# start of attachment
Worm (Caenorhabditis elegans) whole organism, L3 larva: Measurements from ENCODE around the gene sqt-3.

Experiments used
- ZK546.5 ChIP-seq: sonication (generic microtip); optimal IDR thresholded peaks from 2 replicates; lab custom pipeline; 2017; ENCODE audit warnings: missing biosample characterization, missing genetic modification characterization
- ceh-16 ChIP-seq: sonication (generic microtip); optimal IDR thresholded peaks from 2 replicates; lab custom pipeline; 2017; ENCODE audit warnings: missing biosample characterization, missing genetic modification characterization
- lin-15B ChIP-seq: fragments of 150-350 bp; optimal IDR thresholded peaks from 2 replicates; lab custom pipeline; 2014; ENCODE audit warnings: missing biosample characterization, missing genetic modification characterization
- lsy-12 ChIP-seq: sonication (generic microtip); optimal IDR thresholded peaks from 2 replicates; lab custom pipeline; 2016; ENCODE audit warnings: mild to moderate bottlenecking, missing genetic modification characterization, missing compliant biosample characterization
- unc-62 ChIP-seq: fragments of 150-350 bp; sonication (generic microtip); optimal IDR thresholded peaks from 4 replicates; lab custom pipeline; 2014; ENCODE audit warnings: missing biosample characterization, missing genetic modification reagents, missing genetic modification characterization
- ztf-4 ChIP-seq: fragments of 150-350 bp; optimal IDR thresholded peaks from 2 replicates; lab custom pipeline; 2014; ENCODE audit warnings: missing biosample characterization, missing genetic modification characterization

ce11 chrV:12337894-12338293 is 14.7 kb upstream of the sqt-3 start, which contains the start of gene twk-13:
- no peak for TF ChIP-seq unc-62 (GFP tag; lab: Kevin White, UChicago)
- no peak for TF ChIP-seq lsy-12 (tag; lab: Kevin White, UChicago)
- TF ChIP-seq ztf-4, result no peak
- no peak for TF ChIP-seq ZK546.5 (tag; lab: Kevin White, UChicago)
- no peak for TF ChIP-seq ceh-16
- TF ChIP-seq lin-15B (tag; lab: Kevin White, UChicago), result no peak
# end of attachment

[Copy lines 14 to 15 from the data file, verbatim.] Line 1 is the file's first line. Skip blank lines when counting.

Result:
- no peak for TF ChIP-seq ceh-16
- TF ChIP-seq lin-15B (tag; lab: Kevin White, UChicago), result no peak